Cutaneous Leishmaniasis: Recognition and Treatment
Am Fam Physician. 2004 Mar 15;69(6):1455-1460.
Cutaneous leishmaniasis is a parasitic disease occurring throughout the Americas from Texas to Argentina, and in the Old World, particularly the Middle East and North Africa. It is spread by the female sandfly. The condition is diagnosed every year in travelers, immigrants, and military personnel. Physicians in the United States must be alert to the diagnosis of leishmaniasis in travelers returning from endemic areas. Physicians working for short periods in endemic areas often must make the diagnosis and should be aware of local disease patterns. When faced with a possible leishmanial skin lesion, a skin scraping with microscopic analysis is the best test. Punch biopsies with tissue-impression smears also can be diagnostic. Needle aspiration of tissue fluid from the margin of a lesion can yield fluid for culture to isolate the organism and identify the species. Immunologic tests are being developed, including a highly sensitive polymerase chain reaction test. The treatment mainstay is pentavalent antimony (e.g., sodium stibogluconate). Not all patients require treatment; many lesions heal spontaneously. Antimonials have a high incidence of reversible adverse effects. Other medications used for treatment include amphotericin B, pentamidine isethionate, paromomycin, and antifungals. This disease must be considered in at-risk patients, and family physicians should know the basics of diagnosis and where to go for more help.
Leishmaniasis is endemic in 88 countries throughout Africa, Asia, Europe, and North and South America.1 There are an estimated 12 million casesworldwide, with 1.5 to 2 million new cases each year. Although the incidence of leishmaniasis is greater in the Old World than in the New World, the U.S. traveler is most likely to contract this disease in Latin America. Fifty to 100 cases of New World cutaneous leishmaniasis are diagnosed each year in the United States. They are contracted mainly in Peru and Brazil, although the disease is endemic and can be contracted in any country from Mexico to Argentina, except Uruguay and Chile.2 There also is an endemic focus in Texas. Leishmaniasis is a disease associated with rural areas and poverty, but it has adapted to the urban environment as well.
In World War II, there was a high incidence of leishmaniasis and sandfly fever in troops deployed to the Persian Gulf region. In the Gulf War (1990 to 1991), approximately 697,000 U.S. troops were deployed in this region. Only 19 cases of cutaneous leishmaniasis and 12 cases of visceral disease were diagnosed in this group. The improvement came about because of the use of insecticides and repellents, lower transmission rates in the summer, and more time spent in urban areas.3,4 About 150 cases of leishmaniasis have reportedly been diagnosed in U.S. soldiers serving in Iraq in 2003, and more are expected.5 Preliminary data on 22 cases of cutaneous leishmaniasis contracted by American troops in Afghanistan, Kuwait, and Iraq and treated at Walter Reed Army Medical Center between August 2002 and September 2003 were recently released.6 The majority of these persons were infected with Leishmania major in urban areas of Iraq after a median period of deployment of 60 days.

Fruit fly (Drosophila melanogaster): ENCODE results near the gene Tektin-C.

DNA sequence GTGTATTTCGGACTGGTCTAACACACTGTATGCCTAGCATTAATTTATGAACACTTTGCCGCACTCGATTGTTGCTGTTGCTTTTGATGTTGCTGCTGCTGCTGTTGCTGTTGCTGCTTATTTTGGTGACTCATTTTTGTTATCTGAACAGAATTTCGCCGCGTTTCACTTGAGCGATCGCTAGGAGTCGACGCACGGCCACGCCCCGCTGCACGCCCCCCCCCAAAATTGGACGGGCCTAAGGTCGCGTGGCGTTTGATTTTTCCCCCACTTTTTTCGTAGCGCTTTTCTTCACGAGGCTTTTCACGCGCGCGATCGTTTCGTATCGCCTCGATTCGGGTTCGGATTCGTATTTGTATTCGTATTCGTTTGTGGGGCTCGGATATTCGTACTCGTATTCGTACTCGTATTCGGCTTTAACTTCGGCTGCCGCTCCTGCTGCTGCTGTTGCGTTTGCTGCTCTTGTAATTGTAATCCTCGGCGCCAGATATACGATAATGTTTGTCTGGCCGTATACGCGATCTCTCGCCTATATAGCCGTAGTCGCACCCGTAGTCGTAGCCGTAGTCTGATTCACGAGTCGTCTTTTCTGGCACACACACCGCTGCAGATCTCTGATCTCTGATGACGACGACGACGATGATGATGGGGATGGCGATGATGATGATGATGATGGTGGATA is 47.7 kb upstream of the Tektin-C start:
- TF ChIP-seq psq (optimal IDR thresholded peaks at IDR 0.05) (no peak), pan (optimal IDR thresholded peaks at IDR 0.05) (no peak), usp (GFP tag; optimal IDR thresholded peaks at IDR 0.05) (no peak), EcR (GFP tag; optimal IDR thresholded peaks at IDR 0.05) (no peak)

The Leishmania protozoan was first described in 1903 by Leishman and Donovan, working separately.2 Since then, this organism has been found to be a complex grouping of species, at least 20 of which cause infections in humans. Some species cause visceral leishmaniasis, some cause cutaneous disease, and some cause both. Visceral leishmaniasis is a systemic infection characterized by fever, weight loss, and hepatosplenomegaly, and it is usually fatal without treatment. This article focuses on cutaneous leishmaniasis, the more common form of the disease.
Life Cycle and Vector
The promastigote form of the parasite is a motile form with an anterior flagellum that develops in the sandfly, the insect vector. The promastigote form develops into a metacyclic infectious form over approximately 10 days. The parasite enters the human host with the bite of the sandfly and is pulled into macrophages by ingestion. Leishmania are able to survive the acidic environment of the lysosome and become amastigote forms. These forms are obligate, intracellular, non-motile, and about 2.5 to 7 microns in diameter. It is this amastigote form that causes disease in humans and affects cellular immunity. Eventually, a sandfly will pick up this form while feeding, and it will develop into the promastigote form again in the insect.
The sandfly vector is a 2-mm long, hairy fly of the genus Phlebotomus in the Old World and Lutzomyia in the New World. These flies are able to pass through the usual netting used for mosquitoes. Sandflies are found around human habitations and breed in specific organic wastes such as feces, manure, rodent burrows, and leaf litter.7